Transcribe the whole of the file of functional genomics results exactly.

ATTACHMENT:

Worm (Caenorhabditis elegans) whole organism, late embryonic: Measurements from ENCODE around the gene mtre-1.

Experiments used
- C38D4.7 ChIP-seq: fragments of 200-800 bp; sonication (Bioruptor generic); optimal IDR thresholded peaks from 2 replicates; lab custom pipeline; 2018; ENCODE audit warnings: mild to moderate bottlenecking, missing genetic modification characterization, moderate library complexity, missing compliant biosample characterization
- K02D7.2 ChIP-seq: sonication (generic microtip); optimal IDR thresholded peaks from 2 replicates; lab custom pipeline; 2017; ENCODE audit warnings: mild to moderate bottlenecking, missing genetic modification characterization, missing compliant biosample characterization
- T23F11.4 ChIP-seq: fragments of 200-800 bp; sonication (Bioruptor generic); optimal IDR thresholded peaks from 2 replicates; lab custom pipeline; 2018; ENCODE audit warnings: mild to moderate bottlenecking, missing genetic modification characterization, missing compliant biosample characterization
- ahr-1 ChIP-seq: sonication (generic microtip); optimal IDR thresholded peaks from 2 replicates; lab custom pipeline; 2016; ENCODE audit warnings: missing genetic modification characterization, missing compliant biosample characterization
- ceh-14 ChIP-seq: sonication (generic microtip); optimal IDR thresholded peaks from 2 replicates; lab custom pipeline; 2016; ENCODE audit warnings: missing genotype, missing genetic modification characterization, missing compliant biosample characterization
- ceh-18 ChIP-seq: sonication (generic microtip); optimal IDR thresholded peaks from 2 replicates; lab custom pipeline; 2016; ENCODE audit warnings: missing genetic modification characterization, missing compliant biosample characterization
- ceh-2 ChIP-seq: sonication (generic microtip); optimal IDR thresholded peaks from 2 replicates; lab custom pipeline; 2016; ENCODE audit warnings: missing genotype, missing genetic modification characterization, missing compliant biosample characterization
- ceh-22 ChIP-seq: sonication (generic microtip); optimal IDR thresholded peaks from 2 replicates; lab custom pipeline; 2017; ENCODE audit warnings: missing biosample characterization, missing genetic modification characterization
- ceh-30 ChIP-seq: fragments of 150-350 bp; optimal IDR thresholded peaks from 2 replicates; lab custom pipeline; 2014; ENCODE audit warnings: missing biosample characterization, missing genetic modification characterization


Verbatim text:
Worm (Caenorhabditis elegans) whole organism, late embryonic: Measurements from ENCODE around the gene mtre-1.

Experiments used
- C38D4.7 ChIP-seq: fragments of 200-800 bp; sonication (Bioruptor generic); optimal IDR thresholded peaks from 2 replicates; lab custom pipeline; 2018; ENCODE audit warnings: mild to moderate bottlenecking, missing genetic modification characterization, moderate library complexity, missing compliant biosample characterization
- K02D7.2 ChIP-seq: sonication (generic microtip); optimal IDR thresholded peaks from 2 replicates; lab custom pipeline; 2017; ENCODE audit warnings: mild to moderate bottlenecking, missing genetic modification characterization, missing compliant biosample characterization
- T23F11.4 ChIP-seq: fragments of 200-800 bp; sonication (Bioruptor generic); optimal IDR thresholded peaks from 2 replicates; lab custom pipeline; 2018; ENCODE audit warnings: mild to moderate bottlenecking, missing genetic modification characterization, missing compliant biosample characterization
- ahr-1 ChIP-seq: sonication (generic microtip); optimal IDR thresholded peaks from 2 replicates; lab custom pipeline; 2016; ENCODE audit warnings: missing genetic modification characterization, missing compliant biosample characterization
- ceh-14 ChIP-seq: sonication (generic microtip); optimal IDR thresholded peaks from 2 replicates; lab custom pipeline; 2016; ENCODE audit warnings: missing genotype, missing genetic modification characterization, missing compliant biosample characterization
- ceh-18 ChIP-seq: sonication (generic microtip); optimal IDR thresholded peaks from 2 replicates; lab custom pipeline; 2016; ENCODE audit warnings: missing genetic modification characterization, missing compliant biosample characterization
- ceh-2 ChIP-seq: sonication (generic microtip); optimal IDR thresholded peaks from 2 replicates; lab custom pipeline; 2016; ENCODE audit warnings: missing genotype, missing genetic modification characterization, missing compliant biosample characterization
- ceh-22 ChIP-seq: sonication (generic microtip); optimal IDR thresholded peaks from 2 replicates; lab custom pipeline; 2017; ENCODE audit warnings: missing biosample characterization, missing genetic modification characterization
- ceh-30 ChIP-seq: fragments of 150-350 bp; optimal IDR thresholded peaks from 2 replicates; lab custom pipeline; 2014; ENCODE audit warnings: missing biosample characterization, missing genetic modification characterization